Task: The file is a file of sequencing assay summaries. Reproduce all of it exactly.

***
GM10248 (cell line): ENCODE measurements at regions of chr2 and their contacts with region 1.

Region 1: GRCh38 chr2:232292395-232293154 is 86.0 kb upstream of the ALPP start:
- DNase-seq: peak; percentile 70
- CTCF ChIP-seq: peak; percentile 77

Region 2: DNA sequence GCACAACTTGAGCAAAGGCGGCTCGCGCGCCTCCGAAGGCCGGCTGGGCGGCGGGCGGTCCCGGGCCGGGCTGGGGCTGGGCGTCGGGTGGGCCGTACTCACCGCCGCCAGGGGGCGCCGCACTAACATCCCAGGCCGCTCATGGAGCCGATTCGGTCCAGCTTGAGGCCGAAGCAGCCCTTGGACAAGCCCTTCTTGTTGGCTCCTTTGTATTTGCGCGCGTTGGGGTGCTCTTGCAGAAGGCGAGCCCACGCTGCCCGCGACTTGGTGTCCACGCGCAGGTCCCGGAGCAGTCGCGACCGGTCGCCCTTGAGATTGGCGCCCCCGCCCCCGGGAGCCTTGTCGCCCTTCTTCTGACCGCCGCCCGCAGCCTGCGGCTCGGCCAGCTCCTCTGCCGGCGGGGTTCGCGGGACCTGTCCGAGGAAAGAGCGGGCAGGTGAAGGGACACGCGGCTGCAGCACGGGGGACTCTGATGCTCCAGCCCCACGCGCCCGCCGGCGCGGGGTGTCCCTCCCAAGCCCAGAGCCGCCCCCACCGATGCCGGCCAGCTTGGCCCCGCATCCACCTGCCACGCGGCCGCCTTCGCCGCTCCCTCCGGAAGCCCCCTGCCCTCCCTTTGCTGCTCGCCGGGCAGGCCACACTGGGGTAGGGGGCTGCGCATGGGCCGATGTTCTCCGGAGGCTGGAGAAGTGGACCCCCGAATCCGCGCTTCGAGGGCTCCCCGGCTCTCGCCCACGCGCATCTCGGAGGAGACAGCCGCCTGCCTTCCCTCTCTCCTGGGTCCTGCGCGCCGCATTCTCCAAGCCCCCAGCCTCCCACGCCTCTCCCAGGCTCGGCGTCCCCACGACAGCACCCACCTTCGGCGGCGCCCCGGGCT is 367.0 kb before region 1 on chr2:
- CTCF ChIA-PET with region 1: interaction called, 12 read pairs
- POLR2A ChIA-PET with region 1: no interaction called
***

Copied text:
GM10248 (cell line): ENCODE measurements at regions of chr2 and their contacts with region 1.

Region 1: GRCh38 chr2:232292395-232293154 is 86.0 kb upstream of the ALPP start:
- DNase-seq: peak; percentile 70
- CTCF ChIP-seq: peak; percentile 77

Region 2: DNA sequence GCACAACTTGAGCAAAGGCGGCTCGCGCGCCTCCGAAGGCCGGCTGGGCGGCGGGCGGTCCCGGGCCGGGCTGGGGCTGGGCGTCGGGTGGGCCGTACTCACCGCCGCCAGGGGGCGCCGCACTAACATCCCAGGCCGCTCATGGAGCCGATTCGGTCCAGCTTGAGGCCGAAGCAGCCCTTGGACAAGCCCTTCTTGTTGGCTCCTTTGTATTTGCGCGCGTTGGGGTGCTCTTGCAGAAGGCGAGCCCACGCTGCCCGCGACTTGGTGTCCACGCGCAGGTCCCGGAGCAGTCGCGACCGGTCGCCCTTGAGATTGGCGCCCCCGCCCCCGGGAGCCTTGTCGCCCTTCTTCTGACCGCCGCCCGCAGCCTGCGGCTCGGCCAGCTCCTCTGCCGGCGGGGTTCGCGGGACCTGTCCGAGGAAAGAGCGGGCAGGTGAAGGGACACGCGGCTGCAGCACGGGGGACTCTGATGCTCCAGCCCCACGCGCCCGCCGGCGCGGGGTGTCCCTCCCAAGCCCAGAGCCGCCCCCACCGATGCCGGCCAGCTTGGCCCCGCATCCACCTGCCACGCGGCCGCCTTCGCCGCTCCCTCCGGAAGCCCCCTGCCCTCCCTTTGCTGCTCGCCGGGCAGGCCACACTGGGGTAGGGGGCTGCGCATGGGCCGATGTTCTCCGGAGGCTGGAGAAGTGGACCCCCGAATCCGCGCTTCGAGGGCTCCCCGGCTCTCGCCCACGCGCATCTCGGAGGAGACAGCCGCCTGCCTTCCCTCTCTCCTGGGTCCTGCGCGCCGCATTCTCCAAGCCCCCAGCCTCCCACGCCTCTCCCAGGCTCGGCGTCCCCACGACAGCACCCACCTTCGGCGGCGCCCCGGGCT is 367.0 kb before region 1 on chr2:
- CTCF ChIA-PET with region 1: interaction called, 12 read pairs
- POLR2A ChIA-PET with region 1: no interaction called